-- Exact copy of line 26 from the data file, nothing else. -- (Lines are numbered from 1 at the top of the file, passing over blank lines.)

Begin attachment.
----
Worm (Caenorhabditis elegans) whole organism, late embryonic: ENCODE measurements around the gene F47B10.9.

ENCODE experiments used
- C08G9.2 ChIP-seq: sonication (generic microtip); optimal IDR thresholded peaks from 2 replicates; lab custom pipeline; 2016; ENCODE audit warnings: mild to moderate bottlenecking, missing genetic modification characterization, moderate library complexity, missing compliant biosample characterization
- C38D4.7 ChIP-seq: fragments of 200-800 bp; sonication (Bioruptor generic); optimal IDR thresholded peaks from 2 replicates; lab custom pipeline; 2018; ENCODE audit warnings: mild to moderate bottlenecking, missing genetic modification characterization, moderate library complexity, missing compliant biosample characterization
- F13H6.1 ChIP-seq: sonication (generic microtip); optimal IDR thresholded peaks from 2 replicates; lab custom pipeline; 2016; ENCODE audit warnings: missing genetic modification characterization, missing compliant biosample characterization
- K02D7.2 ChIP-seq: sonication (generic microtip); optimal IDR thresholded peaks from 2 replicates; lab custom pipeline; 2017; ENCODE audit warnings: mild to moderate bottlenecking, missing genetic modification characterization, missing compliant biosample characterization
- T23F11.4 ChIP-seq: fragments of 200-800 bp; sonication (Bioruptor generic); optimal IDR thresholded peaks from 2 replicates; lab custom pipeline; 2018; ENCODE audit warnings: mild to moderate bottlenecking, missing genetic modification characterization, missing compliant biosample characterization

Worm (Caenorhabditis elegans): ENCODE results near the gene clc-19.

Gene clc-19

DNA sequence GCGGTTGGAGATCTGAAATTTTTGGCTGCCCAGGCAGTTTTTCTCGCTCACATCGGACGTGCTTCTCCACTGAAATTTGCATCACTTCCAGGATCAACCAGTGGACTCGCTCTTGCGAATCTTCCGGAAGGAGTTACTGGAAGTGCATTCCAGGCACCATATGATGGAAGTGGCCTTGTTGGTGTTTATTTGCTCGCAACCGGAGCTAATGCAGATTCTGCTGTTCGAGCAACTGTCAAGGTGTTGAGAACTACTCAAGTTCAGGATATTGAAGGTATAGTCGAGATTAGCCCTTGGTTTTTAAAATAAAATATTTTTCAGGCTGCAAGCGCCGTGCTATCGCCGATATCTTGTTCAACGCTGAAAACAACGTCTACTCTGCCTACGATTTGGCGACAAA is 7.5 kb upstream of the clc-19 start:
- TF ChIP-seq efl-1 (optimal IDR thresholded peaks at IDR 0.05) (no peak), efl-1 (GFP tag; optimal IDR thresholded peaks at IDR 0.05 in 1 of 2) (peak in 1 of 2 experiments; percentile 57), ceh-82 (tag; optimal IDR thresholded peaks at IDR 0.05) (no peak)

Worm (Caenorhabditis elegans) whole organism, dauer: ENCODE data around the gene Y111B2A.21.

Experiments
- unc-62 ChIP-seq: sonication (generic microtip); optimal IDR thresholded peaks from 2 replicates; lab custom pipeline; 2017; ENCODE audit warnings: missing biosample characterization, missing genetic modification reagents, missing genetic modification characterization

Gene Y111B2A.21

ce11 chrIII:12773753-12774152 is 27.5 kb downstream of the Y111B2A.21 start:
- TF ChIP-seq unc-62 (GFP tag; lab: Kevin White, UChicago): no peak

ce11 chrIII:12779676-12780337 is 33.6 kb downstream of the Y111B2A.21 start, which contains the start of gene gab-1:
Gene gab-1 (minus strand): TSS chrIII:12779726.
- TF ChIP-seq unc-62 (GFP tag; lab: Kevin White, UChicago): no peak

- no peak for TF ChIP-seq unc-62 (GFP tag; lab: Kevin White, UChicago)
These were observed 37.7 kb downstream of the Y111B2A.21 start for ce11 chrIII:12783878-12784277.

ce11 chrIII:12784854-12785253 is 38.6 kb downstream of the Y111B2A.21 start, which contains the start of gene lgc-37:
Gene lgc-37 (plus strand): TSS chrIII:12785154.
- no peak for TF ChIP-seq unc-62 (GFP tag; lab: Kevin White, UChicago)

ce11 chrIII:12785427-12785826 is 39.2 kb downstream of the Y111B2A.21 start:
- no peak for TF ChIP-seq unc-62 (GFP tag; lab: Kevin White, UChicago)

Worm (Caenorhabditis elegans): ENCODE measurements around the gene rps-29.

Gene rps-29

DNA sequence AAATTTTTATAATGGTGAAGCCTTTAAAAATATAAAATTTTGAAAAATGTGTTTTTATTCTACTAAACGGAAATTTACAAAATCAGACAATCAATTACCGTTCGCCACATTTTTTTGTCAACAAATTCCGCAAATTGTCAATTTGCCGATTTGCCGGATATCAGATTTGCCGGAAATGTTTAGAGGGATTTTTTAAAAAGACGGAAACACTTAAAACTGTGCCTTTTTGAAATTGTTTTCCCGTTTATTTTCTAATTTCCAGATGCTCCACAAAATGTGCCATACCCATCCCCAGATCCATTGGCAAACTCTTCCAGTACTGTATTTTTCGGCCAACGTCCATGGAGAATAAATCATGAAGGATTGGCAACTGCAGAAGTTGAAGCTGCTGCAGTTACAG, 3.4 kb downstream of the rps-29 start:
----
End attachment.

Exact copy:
ce11 chrIII:12785427-12785826 is 39.2 kb downstream of the Y111B2A.21 start: